- Set Aside Differences. Everytime families come together, there will be differences in opinion, tradition, sometimes values, etc. Try to accept family members and friends as they are, even if they don’t live up to all of your expectations. Set aside grievances until a more appropriate time for discussion. And be understanding if others get upset or distressed when something goes awry. Chances are they’re feeling the effects of holiday stress and depression, too.
- Take a Breather. Make some time for yourself. Spending just 15 minutes alone, without distractions, may refresh you enough to handle everything you need to do. Find something that reduces stress by clearing your mind, slowing your breathing and restoring inner calm. Some options may include: Taking a walk at night and stargazing .Listening to soothing music. Getting a massage. Reading a book.
- Learn to Say ‘No’. Saying yes when you should say no can leave you feeling resentful and overwhelmed. Friends and colleagues will understand if you can’t participate in every project or activity. If it’s not possible to say no when your boss asks you to work overtime, try to remove something else from your agenda to make up for the lost time. Learning to say no is very powerful and freeing. Learning to say No then allows us the freedom to say yes to the things that really matter!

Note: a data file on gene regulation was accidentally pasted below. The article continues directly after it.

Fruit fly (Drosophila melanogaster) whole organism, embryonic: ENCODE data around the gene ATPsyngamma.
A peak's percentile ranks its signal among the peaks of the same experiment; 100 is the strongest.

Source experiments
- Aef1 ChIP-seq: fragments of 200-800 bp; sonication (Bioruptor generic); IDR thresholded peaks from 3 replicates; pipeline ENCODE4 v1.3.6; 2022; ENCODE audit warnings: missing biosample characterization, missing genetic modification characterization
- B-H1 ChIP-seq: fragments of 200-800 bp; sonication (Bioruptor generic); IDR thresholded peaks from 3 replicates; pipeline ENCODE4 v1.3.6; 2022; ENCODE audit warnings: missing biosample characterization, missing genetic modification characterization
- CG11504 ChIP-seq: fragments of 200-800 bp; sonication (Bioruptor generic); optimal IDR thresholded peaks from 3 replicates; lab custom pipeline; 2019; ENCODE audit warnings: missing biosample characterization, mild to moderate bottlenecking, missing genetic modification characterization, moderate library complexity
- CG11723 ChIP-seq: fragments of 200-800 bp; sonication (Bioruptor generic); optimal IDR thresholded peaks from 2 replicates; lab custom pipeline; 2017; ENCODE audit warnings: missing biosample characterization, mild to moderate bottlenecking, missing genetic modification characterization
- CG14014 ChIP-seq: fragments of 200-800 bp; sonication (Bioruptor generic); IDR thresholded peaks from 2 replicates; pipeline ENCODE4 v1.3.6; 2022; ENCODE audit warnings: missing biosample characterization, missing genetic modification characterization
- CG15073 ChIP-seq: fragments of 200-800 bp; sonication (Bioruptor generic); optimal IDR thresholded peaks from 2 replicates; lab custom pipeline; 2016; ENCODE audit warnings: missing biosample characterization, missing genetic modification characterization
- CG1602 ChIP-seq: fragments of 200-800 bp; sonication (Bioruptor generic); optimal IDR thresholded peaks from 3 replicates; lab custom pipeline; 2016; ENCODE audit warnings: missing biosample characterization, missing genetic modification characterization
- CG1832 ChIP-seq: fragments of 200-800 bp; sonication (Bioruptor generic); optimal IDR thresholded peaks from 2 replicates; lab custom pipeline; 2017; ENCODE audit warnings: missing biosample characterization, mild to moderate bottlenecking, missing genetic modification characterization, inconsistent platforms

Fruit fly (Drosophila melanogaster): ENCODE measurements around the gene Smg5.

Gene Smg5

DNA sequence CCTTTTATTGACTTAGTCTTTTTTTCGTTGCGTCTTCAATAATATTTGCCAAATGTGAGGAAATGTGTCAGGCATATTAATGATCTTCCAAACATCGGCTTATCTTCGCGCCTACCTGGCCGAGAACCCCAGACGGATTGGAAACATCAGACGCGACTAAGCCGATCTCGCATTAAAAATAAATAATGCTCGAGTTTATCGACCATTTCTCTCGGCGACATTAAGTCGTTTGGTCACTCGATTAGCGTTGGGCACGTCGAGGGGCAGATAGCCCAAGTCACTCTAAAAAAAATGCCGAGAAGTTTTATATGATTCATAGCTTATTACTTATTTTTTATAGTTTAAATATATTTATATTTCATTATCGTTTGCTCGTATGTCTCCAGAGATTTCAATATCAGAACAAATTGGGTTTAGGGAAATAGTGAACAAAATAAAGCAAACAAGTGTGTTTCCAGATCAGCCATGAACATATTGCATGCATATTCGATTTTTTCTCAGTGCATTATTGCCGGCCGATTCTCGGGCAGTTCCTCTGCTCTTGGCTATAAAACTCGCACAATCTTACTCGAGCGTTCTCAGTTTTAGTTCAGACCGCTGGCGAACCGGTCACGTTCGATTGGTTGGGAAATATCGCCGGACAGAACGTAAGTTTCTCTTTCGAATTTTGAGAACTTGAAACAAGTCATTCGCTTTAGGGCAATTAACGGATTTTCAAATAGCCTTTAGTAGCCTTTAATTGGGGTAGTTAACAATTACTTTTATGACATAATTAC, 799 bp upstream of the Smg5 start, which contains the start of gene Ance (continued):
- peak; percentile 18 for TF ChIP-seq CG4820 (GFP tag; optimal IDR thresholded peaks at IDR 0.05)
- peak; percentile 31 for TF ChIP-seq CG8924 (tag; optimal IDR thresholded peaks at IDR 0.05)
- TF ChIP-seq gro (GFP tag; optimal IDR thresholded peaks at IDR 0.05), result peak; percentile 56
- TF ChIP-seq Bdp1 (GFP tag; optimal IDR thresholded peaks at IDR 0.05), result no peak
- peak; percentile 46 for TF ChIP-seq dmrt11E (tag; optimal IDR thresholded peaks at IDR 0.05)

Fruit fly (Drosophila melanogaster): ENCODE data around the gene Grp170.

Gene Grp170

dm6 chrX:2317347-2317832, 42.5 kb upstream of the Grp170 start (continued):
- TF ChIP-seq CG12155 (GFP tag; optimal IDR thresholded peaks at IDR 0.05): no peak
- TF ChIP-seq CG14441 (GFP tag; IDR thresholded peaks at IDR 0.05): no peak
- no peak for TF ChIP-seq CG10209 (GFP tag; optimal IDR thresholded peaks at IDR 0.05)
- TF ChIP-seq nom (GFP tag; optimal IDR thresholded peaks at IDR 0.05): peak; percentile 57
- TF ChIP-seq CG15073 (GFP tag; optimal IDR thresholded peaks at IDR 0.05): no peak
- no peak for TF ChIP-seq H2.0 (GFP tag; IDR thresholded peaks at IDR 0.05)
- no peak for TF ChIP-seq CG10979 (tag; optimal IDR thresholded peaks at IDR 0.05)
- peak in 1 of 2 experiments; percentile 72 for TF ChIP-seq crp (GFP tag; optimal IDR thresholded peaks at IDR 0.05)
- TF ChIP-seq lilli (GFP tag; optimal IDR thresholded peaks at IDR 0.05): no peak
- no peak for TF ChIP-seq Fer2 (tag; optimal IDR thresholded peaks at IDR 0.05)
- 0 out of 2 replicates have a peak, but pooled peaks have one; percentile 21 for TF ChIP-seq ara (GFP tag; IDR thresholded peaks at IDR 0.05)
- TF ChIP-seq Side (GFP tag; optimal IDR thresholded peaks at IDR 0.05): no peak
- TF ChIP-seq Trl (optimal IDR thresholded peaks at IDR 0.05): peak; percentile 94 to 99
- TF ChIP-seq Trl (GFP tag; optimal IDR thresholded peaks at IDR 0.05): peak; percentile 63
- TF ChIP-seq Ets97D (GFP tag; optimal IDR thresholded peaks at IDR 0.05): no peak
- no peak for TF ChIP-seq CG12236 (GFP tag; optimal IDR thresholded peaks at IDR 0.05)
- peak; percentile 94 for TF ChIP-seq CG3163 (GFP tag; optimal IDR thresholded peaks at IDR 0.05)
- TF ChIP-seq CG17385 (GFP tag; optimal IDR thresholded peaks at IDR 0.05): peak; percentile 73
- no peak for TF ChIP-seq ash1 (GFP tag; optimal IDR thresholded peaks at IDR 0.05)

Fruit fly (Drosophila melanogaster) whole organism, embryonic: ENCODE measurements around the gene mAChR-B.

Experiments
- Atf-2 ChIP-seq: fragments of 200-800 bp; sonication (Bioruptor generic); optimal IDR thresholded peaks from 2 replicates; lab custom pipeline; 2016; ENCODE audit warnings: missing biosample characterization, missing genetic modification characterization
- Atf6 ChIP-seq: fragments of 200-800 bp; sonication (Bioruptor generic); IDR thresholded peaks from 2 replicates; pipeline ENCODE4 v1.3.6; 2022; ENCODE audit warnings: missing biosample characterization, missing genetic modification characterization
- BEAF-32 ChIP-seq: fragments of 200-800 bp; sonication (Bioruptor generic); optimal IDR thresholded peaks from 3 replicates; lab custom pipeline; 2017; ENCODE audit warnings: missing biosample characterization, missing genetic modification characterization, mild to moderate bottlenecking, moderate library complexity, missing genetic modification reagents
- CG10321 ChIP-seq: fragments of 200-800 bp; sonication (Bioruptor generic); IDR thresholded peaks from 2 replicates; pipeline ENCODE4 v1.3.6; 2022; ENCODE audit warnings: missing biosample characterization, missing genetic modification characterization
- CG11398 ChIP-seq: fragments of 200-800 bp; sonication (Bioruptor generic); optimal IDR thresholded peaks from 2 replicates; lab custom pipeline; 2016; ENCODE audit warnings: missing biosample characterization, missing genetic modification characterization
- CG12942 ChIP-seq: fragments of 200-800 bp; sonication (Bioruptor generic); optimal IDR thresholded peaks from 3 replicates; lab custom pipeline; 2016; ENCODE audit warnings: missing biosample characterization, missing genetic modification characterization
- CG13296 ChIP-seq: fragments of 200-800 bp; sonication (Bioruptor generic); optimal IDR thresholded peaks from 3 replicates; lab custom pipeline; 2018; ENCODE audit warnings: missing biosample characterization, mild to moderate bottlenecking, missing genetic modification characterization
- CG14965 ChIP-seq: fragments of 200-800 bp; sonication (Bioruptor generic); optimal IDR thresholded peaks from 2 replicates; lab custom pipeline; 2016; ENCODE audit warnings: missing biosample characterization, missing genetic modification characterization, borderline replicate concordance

“The more you live in the extremes of all or none, good or bad, the more likely that’s going to get you into difficulty,” says Gary Foster, chief scientific officer for Weight Watchers International. “The key is that this is a lifestyle. When it’s an on-or-off diet or a boot camp mentality, that’s a short-term behavior. It’s destined not to work out very well.”
We don’t have to live in an all-or-nothing state of mind around the holidays. Starving to over-indulging. Feelings of deprivation to feelings of guilt.
Give yourself permission to enjoy but in reasonable portions and reasonable frequencies- not all the time and not the whole cheesecake. The goal is to strike a balance.
I hope these tips will help lead you into a life-giving, balanced, and enjoyable holiday season. If you need other accountability, book a health coaching session with me by emailing me at firstname.lastname@example.org. I offer a FREE 30-minute health coaching consult call if you’d like to set a plan in place for your holiday season.